Brexit: UK and EU agree delay to 31 October

Thu 11 Apr 2019 06:58 GMT | 10:58 Local Time

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European Union leaders have granted the UK a six-month extension to Brexit, after five hours of talks in Brussels.

The new deadline - 31 October - averts the prospect of the UK having to leave the EU without a deal on Friday, as MPs are still deadlocked over a deal.

European Council president Donald Tusk said his "message to British friends" was "please do not waste this time".

Theresa May, who had wanted a shorter delay, said the UK would still aim to leave the EU as soon as possible.

The UK must now hold European elections in May, or leave on 1 June without a deal.

Prime Minister Mrs May had earlier told leaders she wanted to move the UK's exit date from this Friday to 30 June, with the option of leaving earlier if her withdrawal agreement was ratified by Parliament.

Mr Tusk emerged from the talks - and a subsequent meeting with Mrs May - to address reporters at a news conference at 02:15 local time (01:15 BST).

He said: "The course of action will be entirely in the UK's hands: They can still ratify the withdrawal agreement, in which case the extension can be terminated."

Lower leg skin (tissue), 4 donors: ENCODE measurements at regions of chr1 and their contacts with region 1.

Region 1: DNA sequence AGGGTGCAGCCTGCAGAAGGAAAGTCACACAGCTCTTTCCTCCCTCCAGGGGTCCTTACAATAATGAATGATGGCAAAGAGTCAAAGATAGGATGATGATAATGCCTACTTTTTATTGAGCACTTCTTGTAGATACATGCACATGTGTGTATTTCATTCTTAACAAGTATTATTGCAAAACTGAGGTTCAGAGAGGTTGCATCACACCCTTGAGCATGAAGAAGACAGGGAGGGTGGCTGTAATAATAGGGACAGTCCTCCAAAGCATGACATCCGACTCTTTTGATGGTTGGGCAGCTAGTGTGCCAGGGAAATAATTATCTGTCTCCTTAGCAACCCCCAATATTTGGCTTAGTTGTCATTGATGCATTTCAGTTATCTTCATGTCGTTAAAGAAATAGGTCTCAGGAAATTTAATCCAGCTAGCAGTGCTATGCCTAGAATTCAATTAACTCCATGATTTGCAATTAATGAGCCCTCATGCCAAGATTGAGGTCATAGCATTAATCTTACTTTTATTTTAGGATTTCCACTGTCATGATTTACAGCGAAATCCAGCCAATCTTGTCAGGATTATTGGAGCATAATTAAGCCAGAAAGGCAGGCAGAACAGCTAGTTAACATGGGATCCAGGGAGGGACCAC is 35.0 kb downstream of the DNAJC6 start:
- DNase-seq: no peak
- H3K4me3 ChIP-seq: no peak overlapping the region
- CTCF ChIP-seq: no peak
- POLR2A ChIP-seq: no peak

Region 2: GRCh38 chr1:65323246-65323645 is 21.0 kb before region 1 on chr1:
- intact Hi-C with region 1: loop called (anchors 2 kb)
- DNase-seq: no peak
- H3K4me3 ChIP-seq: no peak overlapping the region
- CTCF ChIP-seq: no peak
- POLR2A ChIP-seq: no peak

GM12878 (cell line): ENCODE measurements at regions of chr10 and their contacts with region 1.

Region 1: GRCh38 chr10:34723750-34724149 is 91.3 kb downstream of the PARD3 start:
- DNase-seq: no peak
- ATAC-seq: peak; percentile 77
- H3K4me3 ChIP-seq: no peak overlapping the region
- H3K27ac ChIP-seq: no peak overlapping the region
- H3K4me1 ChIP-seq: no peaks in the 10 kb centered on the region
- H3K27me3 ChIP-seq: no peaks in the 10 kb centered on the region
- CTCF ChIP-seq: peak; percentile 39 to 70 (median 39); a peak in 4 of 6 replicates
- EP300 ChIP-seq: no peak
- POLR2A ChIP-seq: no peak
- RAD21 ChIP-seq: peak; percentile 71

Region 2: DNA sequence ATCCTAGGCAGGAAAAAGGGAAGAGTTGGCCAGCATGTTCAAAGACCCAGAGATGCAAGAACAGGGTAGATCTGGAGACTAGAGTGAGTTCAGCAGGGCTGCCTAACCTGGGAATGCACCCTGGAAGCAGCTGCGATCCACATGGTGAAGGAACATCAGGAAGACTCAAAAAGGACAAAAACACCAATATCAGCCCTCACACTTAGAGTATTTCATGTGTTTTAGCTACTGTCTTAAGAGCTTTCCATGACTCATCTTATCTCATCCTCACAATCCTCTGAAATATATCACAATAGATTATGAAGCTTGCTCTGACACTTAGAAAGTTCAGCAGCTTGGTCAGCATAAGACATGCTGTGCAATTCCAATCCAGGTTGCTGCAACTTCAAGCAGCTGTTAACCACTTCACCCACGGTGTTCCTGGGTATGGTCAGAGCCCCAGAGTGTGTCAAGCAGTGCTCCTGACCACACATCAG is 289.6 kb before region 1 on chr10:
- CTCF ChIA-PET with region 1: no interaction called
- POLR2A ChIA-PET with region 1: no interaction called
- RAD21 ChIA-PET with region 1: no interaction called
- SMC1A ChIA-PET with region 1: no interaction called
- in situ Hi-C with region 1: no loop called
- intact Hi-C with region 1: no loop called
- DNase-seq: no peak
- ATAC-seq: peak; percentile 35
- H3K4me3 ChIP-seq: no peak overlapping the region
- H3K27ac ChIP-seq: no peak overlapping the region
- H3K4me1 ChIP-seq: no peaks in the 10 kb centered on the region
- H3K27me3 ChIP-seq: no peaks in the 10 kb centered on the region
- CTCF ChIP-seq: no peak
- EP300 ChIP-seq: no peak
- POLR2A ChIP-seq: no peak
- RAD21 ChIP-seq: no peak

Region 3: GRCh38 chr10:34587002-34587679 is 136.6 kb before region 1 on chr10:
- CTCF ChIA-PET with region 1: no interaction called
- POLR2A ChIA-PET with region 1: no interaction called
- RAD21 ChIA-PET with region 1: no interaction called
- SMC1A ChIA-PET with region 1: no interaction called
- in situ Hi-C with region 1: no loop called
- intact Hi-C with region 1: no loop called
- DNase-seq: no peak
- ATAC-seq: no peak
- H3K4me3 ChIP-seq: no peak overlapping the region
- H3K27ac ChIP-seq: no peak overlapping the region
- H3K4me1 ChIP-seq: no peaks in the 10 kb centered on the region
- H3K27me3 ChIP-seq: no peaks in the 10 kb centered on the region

Mr Tusk said the UK could also rethink its strategy or choose to "cancel Brexit altogether".

He added: "Let me finish with a message to our British friends: This extension is as flexible as I expected, and a little bit shorter than I expected, but it's still enough to find the best possible solution.

"Please do not waste this time."

European Commission President Jean-Claude Juncker said: "There will probably be a European election in the UK - that might seem a bit odd, but rules are rules and we must respect European law and then we will see what happens."

pass her withdrawal deal.

"I know that there is huge frustration from many people that I had to request this extension," she said.

"The UK should have left the EU by now and I sincerely regret the fact that I have not yet been able to persuade Parliament to approve a deal."

She added: "I do not pretend the next few weeks will be easy, or there is a simple way to break the deadlock in Parliament. But we have a duty as politicians to find a way to fulfil the democratic decision of the referendum, deliver Brexit and move our country forward.

"Nothing is more pressing or more vital."

The PM said that the UK "will continue to hold full membership rights and obligations [of the EU]" during the delay.

You couldn't quite make it up. The new Brexit deadline is, you guessed it, Halloween.

So to get all the terrible metaphors about horror shows, ghosts and ghouls out of the way right now, let's consider straight away some of the reasons why this decision is a treat in one sense, but could be a trick too.

A treat? First and most importantly, the EU has agreed to put the brakes on. We will not leave tomorrow without a deal.

The prime minister's acceptance that leaving the EU without a formal arrangement in place could be a disaster won out.

And there are quite a few potential tricks. This new October deadline might not solve very much at all.

This could, although I hate to say it, just make way for months of extra gridlock before the UK and the EU find themselves back here in a similar situation in the autumn.

News.Az 

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